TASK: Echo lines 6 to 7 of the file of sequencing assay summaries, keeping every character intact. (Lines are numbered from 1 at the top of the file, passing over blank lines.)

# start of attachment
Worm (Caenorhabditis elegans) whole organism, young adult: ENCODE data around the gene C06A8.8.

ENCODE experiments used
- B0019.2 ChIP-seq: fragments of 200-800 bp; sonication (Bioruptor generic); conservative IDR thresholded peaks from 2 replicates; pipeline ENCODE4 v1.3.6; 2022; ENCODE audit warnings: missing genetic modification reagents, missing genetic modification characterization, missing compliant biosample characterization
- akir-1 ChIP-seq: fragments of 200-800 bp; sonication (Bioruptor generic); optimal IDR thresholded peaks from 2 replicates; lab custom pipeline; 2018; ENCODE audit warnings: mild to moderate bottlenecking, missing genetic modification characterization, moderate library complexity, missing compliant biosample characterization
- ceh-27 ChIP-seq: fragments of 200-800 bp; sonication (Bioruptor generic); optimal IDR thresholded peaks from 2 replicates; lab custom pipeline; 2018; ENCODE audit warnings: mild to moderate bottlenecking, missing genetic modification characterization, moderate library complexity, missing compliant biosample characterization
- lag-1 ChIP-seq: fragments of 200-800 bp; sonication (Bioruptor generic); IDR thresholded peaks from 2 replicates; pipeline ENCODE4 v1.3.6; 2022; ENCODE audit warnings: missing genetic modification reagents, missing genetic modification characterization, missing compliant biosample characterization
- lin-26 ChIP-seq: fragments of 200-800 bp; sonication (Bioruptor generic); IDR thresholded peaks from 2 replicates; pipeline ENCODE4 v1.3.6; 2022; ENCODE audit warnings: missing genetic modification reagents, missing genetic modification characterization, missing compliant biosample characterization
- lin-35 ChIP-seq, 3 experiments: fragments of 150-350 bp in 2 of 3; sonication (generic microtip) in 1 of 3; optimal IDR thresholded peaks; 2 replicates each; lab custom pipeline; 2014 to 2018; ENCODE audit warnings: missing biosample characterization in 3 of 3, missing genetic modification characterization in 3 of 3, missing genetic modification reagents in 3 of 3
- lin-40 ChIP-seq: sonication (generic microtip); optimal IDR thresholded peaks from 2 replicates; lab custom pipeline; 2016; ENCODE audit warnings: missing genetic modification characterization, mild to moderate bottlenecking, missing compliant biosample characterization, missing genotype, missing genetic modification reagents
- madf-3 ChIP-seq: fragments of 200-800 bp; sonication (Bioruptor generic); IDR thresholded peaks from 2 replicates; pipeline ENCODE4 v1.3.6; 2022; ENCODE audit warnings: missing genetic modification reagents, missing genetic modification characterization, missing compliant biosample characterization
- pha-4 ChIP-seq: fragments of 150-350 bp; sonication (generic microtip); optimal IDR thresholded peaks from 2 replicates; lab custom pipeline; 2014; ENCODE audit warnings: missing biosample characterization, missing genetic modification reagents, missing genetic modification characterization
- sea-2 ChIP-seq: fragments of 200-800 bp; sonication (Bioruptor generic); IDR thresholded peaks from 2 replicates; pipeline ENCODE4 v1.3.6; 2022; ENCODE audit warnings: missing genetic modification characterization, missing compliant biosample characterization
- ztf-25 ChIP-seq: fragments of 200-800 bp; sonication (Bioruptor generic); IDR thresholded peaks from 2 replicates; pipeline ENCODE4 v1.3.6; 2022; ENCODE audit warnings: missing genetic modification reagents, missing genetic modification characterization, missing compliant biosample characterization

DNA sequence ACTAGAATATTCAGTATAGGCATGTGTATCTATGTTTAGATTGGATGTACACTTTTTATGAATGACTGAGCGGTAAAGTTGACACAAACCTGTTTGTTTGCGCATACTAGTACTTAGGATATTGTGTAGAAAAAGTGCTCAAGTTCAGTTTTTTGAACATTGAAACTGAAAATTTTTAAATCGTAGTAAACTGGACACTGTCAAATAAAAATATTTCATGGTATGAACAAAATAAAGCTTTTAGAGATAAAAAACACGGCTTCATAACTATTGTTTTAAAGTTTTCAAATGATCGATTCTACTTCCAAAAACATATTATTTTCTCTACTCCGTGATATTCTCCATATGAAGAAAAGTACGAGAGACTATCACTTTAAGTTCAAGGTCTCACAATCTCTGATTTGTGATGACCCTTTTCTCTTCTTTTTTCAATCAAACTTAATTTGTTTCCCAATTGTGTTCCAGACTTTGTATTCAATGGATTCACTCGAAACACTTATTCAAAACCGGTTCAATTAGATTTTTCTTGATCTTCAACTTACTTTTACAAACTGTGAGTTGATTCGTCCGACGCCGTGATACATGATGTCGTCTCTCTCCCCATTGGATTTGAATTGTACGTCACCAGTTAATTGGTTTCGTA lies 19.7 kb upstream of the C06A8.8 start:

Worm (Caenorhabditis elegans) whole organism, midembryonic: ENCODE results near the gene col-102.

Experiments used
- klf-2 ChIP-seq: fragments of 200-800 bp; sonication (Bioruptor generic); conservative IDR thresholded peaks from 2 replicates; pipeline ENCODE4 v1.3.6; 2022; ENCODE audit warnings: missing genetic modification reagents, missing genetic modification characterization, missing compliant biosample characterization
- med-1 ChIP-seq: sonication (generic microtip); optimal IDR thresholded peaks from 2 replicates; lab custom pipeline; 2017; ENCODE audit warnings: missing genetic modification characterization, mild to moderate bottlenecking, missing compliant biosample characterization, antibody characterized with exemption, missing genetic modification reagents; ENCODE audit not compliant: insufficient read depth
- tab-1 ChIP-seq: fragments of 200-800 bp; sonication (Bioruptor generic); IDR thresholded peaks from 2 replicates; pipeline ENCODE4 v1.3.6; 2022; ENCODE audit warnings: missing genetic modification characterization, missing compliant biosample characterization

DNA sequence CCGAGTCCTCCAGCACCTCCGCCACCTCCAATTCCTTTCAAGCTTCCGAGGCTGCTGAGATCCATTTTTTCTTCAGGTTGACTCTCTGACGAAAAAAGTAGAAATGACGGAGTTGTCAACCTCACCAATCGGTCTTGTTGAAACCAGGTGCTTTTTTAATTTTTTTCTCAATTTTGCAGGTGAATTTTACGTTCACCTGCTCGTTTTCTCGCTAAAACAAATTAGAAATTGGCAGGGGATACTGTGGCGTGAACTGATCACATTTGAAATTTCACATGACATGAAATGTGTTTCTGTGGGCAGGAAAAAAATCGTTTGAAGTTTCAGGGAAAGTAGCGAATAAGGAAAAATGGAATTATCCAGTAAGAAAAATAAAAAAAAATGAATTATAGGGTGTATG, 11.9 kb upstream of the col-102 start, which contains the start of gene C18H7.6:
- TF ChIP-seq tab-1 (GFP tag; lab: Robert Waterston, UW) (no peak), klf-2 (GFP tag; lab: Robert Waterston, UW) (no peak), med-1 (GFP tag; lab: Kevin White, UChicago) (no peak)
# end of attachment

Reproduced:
- lag-1 ChIP-seq: fragments of 200-800 bp; sonication (Bioruptor generic); IDR thresholded peaks from 2 replicates; pipeline ENCODE4 v1.3.6; 2022; ENCODE audit warnings: missing genetic modification reagents, missing genetic modification characterization, missing compliant biosample characterization
- lin-26 ChIP-seq: fragments of 200-800 bp; sonication (Bioruptor generic); IDR thresholded peaks from 2 replicates; pipeline ENCODE4 v1.3.6; 2022; ENCODE audit warnings: missing genetic modification reagents, missing genetic modification characterization, missing compliant biosample characterization